On November 8th, the 450 foot steel hulled bulk freighter L C WALDO, fully loaded with iron ore was driven ashore by a huge gale, ending up on Gull Rock. The Copper Harbor lifesavers struggled heroically for four days to successfully rescue all of her crew members. While she too was quickly declared a total loss, she was later removed and rebuilt, and was sold into Canadian ownership. The vessel subsequently moved into international trade, and ended up sinking near Portofino, Italy while being towed to a scrap yard in LaSpezia.
Today, the Gull Rock Light still guides mariners through the passage, its illumination provided by a solar powered 12 volt DC 250 mm acrylic optic. At some time the Fourth Order lens was removed from the lantern and while it is reportedly on display at the Whitefish Point Light Station, recent evidence indicates that the lens displayed lens in the museum came from the old iron skeleton tower which was located on Gull Island to the west of the Beaver archipelago in Lake Michigan.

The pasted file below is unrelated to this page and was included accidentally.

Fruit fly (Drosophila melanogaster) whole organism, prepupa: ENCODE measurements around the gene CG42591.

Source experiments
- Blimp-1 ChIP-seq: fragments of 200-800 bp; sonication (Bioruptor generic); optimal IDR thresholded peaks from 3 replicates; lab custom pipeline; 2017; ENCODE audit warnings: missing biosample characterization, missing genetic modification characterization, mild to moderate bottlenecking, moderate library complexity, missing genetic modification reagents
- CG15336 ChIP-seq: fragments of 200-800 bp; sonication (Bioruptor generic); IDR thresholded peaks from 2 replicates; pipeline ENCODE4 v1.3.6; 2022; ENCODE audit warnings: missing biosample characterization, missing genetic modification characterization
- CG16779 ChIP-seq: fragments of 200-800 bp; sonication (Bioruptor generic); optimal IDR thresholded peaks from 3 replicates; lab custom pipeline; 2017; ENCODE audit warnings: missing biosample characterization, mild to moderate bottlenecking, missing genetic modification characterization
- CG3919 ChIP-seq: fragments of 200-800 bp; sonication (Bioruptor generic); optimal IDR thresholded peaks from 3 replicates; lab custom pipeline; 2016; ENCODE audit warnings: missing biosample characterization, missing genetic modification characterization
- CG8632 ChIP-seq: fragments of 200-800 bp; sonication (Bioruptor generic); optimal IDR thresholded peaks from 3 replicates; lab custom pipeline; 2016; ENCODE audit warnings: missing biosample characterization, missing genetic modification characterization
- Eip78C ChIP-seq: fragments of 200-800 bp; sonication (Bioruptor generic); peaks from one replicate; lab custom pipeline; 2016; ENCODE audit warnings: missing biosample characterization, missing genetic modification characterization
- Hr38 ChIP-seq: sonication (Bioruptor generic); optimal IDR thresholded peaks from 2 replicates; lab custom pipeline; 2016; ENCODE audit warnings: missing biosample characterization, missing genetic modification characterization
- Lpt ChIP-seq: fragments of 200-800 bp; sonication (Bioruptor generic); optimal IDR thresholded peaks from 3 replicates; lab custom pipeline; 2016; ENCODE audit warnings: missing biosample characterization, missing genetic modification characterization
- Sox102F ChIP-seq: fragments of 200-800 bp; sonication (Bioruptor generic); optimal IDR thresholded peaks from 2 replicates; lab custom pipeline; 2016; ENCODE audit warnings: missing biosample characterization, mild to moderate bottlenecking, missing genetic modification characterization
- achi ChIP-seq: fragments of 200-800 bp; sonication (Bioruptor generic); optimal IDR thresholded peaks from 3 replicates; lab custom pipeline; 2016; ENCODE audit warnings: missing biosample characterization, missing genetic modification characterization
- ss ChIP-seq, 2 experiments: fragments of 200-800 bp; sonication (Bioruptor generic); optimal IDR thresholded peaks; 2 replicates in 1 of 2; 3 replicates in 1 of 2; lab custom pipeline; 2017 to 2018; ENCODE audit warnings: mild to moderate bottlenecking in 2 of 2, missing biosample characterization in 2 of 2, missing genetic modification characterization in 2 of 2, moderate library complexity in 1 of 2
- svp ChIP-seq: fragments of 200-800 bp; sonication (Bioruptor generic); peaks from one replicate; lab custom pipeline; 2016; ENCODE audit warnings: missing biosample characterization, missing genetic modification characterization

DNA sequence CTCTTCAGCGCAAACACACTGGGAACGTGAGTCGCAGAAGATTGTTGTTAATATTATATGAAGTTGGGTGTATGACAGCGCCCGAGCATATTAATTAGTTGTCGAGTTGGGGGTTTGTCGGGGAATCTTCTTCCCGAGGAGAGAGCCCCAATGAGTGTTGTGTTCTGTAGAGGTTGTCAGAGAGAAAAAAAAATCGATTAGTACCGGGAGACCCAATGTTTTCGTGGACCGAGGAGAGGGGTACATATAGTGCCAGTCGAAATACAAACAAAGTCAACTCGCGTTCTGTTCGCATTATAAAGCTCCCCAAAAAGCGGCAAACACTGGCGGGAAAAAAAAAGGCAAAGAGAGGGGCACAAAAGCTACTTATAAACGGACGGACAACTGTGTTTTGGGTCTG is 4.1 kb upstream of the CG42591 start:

The lighthouse was excessed through the National
Lighthouse Preservation Act in 2002, and in 2004 an individual who owns
property in the area partnered with the Michigan Lighthouse Foundation
Lightkeepers to apply for ownership of the station. The group
received ownership of the station in in June 2005, and is undertaking
the arduous task of stabilizing and restoring the station to serve
as a retreat for writers and artists.